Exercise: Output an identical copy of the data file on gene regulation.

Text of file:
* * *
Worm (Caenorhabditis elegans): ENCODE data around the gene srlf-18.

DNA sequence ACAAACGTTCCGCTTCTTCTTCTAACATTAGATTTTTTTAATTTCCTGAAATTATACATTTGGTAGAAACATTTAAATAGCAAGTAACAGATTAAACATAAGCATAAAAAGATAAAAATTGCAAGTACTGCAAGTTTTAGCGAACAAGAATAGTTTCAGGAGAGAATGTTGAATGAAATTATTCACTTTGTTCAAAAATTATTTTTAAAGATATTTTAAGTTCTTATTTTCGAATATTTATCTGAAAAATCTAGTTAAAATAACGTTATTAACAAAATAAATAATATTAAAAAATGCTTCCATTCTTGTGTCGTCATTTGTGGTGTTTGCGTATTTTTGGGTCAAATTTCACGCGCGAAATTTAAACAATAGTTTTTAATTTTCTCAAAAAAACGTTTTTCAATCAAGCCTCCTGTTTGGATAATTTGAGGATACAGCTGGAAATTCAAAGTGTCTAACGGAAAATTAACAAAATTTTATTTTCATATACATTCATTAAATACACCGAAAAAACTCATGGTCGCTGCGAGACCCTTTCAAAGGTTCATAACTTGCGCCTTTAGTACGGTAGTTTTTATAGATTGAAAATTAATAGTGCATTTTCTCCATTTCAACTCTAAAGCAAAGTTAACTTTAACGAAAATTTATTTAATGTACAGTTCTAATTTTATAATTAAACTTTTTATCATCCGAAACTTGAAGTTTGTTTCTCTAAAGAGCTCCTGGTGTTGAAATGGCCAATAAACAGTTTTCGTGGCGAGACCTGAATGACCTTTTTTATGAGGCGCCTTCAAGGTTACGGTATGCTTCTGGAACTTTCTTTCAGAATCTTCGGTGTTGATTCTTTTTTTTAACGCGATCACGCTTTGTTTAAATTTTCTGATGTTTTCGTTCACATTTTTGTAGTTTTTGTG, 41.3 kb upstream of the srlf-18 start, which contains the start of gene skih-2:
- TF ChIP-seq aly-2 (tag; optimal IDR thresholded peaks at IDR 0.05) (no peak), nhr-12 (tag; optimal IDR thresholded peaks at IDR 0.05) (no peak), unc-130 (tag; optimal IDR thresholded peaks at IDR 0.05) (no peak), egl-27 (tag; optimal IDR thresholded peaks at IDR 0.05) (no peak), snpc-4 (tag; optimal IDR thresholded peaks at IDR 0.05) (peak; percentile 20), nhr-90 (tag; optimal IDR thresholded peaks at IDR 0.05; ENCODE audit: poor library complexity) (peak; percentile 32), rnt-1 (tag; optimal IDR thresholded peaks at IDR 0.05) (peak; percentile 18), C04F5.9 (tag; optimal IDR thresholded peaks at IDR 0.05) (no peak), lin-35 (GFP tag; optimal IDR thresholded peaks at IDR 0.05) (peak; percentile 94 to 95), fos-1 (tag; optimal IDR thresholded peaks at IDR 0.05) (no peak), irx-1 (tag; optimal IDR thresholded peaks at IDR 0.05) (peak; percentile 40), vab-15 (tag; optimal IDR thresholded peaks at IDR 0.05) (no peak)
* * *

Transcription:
Worm (Caenorhabditis elegans): ENCODE data around the gene srlf-18.

DNA sequence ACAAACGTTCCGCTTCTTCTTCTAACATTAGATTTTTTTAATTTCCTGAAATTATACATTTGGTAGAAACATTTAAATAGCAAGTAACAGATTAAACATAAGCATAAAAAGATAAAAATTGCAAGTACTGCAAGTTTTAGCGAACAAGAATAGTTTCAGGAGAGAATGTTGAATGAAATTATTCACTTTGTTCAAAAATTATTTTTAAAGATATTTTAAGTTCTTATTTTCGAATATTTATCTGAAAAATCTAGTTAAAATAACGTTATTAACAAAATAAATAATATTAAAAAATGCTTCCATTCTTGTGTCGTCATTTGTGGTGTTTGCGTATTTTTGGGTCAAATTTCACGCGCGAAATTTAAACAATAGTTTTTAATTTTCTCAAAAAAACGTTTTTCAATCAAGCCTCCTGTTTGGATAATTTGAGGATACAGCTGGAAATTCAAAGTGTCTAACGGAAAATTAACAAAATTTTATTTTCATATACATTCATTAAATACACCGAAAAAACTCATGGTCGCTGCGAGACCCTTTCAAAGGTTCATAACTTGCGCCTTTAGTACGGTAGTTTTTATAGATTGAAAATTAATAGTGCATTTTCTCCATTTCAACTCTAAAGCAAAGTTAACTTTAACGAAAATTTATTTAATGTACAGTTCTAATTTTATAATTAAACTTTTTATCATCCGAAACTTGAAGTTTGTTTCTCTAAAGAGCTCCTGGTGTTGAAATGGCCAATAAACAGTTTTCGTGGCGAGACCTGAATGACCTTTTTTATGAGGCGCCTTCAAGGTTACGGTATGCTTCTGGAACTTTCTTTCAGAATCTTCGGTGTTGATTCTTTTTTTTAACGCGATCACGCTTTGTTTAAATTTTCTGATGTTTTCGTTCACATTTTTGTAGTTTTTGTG, 41.3 kb upstream of the srlf-18 start, which contains the start of gene skih-2:
- TF ChIP-seq aly-2 (tag; optimal IDR thresholded peaks at IDR 0.05) (no peak), nhr-12 (tag; optimal IDR thresholded peaks at IDR 0.05) (no peak), unc-130 (tag; optimal IDR thresholded peaks at IDR 0.05) (no peak), egl-27 (tag; optimal IDR thresholded peaks at IDR 0.05) (no peak), snpc-4 (tag; optimal IDR thresholded peaks at IDR 0.05) (peak; percentile 20), nhr-90 (tag; optimal IDR thresholded peaks at IDR 0.05; ENCODE audit: poor library complexity) (peak; percentile 32), rnt-1 (tag; optimal IDR thresholded peaks at IDR 0.05) (peak; percentile 18), C04F5.9 (tag; optimal IDR thresholded peaks at IDR 0.05) (no peak), lin-35 (GFP tag; optimal IDR thresholded peaks at IDR 0.05) (peak; percentile 94 to 95), fos-1 (tag; optimal IDR thresholded peaks at IDR 0.05) (no peak), irx-1 (tag; optimal IDR thresholded peaks at IDR 0.05) (peak; percentile 40), vab-15 (tag; optimal IDR thresholded peaks at IDR 0.05) (no peak)